Awww man, y’all are gonna lose your shhhh for this one! Believe it or not, this is only one of the very few times I have made my own granola. I’ve had every intention in the past, just zero execution. Confession: that could be said about other aspects of my life too, I suppose. Procrastination is the name of my game and I am VERY good at it (let it not be said that I don’t have any skills!) If putting things off until the last minute and figuring out ways to avoid what I need to do by doing everything else instead was a sport, I’d be a world champion. That’s not to say I’m lazy – just good at deferring. And even in the kitchen, I cook all the time but creating workable, tasty recipes that make sense and can be replicated is another thing on its own – that requires planning, forethought, precision, and measuring spoons. All of which just slow me down in the kitchen. But the desire to share good food that is delicious and nourishing in equal measures finally succeeded – and so I have hunkered down, with note pad and pen in one hand and measuring cups in the other (or something like that) and started not just making food, but actually developing recipes. Who am I?? Also, it helps that my recent foray into this was received so generously by my family and friends, one just can’t help but be inspired to go on.

So let’s get on with this recipe. There are some food pairings that just seem to be made for each other: peanut butter and jam, coconut and pineapple, lime and tequila. And of course chocolate plus cherries, the darlings of this recipe. I mean, when have chocolate and cherries together ever been a bad idea? Never. Am I right? Thought it has to be said that the cherries also go beautifully with the hazelnuts in this recipe, and the almonds, and well the chocolate goes with just about anything (chocolate + hazelnuts, enough said.) So what we end up with is a jar full of goodness that just loves to intermingle, and each ingredient, while good on its own, elevates the others. A metaphor for a utopian society dare I say? If granola can inspire a visionary world view, well all the better in my opinion.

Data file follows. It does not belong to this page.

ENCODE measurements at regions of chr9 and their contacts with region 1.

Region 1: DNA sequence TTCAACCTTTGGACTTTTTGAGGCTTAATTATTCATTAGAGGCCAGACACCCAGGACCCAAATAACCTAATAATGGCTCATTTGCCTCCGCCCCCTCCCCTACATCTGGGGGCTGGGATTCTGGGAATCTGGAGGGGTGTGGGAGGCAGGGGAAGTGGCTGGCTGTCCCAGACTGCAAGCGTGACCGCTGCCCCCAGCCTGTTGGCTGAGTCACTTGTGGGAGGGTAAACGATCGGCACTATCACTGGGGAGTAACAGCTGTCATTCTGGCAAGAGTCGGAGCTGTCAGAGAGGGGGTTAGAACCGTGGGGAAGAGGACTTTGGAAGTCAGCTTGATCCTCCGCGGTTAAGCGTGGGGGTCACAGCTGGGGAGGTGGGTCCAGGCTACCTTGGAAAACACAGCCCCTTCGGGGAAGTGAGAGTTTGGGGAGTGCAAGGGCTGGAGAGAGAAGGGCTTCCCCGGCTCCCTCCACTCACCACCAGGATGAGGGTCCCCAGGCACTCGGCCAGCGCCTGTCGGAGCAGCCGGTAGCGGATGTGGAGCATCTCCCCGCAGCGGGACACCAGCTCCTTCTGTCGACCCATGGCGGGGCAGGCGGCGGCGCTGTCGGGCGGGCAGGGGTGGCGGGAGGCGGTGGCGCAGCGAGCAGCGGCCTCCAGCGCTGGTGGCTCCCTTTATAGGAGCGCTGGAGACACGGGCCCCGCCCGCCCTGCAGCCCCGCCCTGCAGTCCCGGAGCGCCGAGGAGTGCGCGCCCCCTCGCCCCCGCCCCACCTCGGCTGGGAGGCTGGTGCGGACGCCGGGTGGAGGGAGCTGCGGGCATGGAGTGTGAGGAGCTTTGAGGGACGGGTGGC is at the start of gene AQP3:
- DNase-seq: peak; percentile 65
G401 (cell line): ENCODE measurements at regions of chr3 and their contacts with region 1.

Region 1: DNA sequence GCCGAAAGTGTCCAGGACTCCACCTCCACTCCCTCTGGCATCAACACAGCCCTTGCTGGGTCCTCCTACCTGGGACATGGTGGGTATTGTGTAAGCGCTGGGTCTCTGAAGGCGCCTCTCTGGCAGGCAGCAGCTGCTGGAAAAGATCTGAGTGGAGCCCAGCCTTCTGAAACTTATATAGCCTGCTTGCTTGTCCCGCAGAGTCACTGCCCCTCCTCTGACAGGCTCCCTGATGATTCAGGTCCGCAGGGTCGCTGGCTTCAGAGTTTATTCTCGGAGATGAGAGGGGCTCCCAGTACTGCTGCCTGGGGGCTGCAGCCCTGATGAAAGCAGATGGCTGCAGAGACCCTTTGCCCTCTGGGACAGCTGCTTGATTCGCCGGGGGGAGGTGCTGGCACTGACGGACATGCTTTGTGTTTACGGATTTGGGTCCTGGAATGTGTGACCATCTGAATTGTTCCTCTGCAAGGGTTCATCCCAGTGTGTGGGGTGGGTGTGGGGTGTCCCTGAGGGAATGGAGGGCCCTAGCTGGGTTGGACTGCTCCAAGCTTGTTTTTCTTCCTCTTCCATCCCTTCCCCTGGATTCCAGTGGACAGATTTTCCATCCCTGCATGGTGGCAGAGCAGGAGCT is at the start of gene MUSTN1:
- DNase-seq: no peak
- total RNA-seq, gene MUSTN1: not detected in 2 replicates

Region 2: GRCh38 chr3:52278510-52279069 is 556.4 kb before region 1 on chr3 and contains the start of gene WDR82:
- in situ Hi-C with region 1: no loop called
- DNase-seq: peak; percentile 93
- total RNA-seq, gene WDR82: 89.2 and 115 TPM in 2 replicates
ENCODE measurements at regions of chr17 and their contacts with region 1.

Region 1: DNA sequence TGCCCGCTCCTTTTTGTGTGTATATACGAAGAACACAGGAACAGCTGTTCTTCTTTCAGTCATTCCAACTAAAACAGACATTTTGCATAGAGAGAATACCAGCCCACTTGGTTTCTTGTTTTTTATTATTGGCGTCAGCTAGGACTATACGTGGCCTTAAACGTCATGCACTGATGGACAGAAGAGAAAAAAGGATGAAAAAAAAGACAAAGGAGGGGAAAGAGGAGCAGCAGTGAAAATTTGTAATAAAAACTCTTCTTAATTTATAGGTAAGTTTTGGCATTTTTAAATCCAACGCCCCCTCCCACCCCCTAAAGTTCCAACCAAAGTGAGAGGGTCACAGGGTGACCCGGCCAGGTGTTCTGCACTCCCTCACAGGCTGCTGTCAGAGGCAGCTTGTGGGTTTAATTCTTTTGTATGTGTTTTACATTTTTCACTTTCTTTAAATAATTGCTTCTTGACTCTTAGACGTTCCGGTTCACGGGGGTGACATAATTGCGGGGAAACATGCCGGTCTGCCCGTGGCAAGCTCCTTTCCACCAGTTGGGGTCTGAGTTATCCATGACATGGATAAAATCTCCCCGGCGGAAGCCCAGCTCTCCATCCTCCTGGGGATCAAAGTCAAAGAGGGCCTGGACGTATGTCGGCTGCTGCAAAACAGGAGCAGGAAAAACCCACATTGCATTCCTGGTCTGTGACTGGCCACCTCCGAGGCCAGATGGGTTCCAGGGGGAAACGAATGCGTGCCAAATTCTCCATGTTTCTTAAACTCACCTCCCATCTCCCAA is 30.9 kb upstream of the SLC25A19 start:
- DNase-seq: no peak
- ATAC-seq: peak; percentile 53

I had some family and friends try this granola out on its first outing and the reviews were fantastic. On top of yogurt, paired with almond milk for breakfast, or straight up out of the jar by the fistful, everyone fell in love. The recipe is pretty simple too: you mix the dry ingredients together, and essentially make a raw chocolate to coat everything in. Mmm, a chocolate bath. I know that dried cherries can be quite pricy but a little goes a long way. In any case, feel free to substitute dried cranberries instead if that’s all you have on hand. That goes also for the nuts and seeds, change those up if you want but keep the amounts the same. It’s a pretty flexible recipe – and far better than most of the granola you can buy, both in taste and nutrition. Nourishing dried fruit, seeds, nuts and oats with antioxidant rich cocoa powder and a touch of maple syrup. That’s it.




Finally I have to say I chuckled a bit when naming this recipe. I though, once people read chocolate and cherries I will have them sold! They won’t even notice the word granola in there. Muahaha, got you!

Oh! One  more thing, as I was eating this bowl of granola I was rewarded with a delicious, rich chocolatey almond milk. Never a bad thing.



Dark Chocolate Cherry Granola

vegan, soy-free, gluten-free option

Makes about 6 cups

Prep time 10 minutes 

Cook time 30-35 minutes


1 1/2 cup large flake rolled oats, gluten-free if needed

1 cup raw almonds, roughly chopped

1/2 cup raw hazelnuts, roughly chopped

1/2 cup raw sunflower seeds

1/4 cup hemp hearts

1/2 cup dried cherries, roughly chopped

scant 1/4 teaspoon salt

1/3 cup coconut oil

1/3 cup maple syrup

1/4 cup cocoa powder

1 teaspoon vanilla